The controversy has ranged from SeaWorld’s influence and practices to Dutch Courts and Morgan’s presence – and now her pregnancy – in Tenerife, and increasingly people have frowned on cetacean captivity regardless of any rulings or expert opinion about how well and healthy they are actually kept. And now, Thomas Cook has announced that it will no longer be offering holidaymakers any trips to Loro Parque where British package-holiday tourists form a good percentage of the venue’s visitors. Obviously there will be many that hope that by increasing pressure through the financial hit the inevitable drop in numbers will cost the Park will persuade it to change its mind where animal welfare arguments have failed.
Thomas Cook says that the decision was taken after customer feedback overwhelmingly demonstrated that travellers not only took animal welfare seriously, they wanted their children to learn it too. Clearly, commercial factors weighed heavily with the corporate decision because the same researched showed, moreover, that customers wanted their holiday company to take animal welfare seriously as well. The company says that its policy is no longer to offer travellers trips to any venues that keep Orcas captive, with chief Peter Fankhauser issuing the following statement:
18 months ago we announced our animal welfare policy because we knew we had to take action to make sure that the attractions we sell were consistent with our customers’ expectations of us. The policy was clear – any animal attractions we sell must be 100% compliant with ABTA animal welfare standards, as verified by our programme of independent audits.
Since then we’ve audited 49 animal attractions, and removed 29 which didn’t meet the minimum ABTA standards that we insist upon. In the remaining 20, we’re proud to say that each one has made significant improvements to the way they treat their animals as a direct result of our audit process.
When we introduced that policy, we recognised that customer expectations were changing when it comes to animal attractions. We also talked about the important role tourism has to play during the transition to ending practices that are known to harm animals.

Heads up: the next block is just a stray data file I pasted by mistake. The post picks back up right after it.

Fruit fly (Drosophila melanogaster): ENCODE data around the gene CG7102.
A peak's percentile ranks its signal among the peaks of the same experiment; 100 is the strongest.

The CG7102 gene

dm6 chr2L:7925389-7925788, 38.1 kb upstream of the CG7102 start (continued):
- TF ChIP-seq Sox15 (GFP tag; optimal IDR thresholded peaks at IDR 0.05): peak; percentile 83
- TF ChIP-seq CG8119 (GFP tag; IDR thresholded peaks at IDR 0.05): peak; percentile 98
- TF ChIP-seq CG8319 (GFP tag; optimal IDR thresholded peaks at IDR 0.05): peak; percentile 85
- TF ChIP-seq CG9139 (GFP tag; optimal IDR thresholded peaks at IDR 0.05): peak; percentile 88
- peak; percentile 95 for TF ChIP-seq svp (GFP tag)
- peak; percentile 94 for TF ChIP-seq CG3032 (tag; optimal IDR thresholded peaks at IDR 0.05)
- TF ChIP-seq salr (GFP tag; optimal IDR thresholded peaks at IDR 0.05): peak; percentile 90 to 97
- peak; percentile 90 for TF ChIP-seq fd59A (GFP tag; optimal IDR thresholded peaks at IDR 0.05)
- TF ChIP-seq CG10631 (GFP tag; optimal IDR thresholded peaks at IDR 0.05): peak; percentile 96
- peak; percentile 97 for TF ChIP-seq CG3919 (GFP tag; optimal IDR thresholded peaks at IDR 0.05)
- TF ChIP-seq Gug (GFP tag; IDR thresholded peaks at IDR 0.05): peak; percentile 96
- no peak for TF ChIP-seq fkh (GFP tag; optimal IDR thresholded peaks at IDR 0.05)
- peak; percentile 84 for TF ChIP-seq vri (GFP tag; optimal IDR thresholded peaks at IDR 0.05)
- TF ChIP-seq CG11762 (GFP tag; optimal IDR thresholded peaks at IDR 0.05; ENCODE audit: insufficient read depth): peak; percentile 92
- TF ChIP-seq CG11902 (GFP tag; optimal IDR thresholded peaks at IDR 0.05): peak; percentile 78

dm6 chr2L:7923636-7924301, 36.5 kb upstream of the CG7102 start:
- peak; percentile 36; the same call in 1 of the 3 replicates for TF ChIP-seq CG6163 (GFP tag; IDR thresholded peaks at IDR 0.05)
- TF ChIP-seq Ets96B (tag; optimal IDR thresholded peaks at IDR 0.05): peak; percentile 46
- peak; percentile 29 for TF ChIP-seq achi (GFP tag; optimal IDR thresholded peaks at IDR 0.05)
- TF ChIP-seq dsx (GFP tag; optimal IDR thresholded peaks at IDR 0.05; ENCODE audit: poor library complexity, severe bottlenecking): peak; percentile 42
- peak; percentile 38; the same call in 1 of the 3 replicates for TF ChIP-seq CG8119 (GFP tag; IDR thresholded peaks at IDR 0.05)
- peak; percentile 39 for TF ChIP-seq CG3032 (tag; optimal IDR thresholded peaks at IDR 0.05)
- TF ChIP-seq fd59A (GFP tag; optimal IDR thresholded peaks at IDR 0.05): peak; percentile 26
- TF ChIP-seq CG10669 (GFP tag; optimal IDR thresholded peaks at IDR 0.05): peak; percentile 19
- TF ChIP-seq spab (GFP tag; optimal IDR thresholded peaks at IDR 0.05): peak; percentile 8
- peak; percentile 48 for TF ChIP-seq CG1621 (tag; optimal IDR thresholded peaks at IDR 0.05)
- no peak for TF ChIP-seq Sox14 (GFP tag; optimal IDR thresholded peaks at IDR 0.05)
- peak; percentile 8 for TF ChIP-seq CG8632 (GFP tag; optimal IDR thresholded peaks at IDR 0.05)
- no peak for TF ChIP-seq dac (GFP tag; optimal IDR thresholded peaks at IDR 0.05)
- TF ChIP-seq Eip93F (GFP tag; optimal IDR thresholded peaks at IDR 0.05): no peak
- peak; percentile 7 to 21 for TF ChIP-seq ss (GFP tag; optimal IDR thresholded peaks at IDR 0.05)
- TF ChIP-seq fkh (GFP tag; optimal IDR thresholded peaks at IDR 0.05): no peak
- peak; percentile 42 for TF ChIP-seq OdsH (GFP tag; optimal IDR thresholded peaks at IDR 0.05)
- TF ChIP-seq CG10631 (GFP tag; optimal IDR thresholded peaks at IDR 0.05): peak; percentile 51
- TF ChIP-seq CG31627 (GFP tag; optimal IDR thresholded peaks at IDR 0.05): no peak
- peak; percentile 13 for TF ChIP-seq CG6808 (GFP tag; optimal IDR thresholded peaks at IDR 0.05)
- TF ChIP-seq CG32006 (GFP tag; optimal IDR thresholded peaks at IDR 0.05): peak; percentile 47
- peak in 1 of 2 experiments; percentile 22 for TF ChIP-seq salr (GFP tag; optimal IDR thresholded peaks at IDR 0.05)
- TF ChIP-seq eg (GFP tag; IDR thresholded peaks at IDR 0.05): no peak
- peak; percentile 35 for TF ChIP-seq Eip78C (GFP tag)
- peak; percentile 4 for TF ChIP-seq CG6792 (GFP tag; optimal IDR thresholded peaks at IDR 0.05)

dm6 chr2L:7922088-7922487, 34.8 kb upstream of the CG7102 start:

Today we are announcing a new addition to our animal welfare policy based on that same principle. From next summer, we will no longer sell any animal attractions that keep orcas in captivity.
This was not a decision we took lightly. We always said that we would continue to review our policy, conscious that the more we got into this area, the more we would learn, and conscious also of changing customer sentiment. We have actively engaged with a range of animal welfare specialists in the last 18 months, and taken account of the scientific evidence they have provided. We have also taken feedback from our customers, more than 90% of whom told us that it was important that their holiday company takes animal welfare seriously. That has led us to the decision we have taken today.
Today’s announcement will see Thomas Cook remove two attractions which we currently offer customers, both of which passed our audit process and made improvements to the way they treat animals. We respect and applaud the work that has been done, and we will work with both over the next 12 months to prepare for our exit. We will also continue to work ourselves to identify more sustainable alternatives.
I am clear about the kind of business that we want to be. That’s why we introduced our animal welfare policy 18 months ago, and that’s why we’ve taken this decision today. And when so many of our customers are so clear in their view, I could not allow our business to ignore them.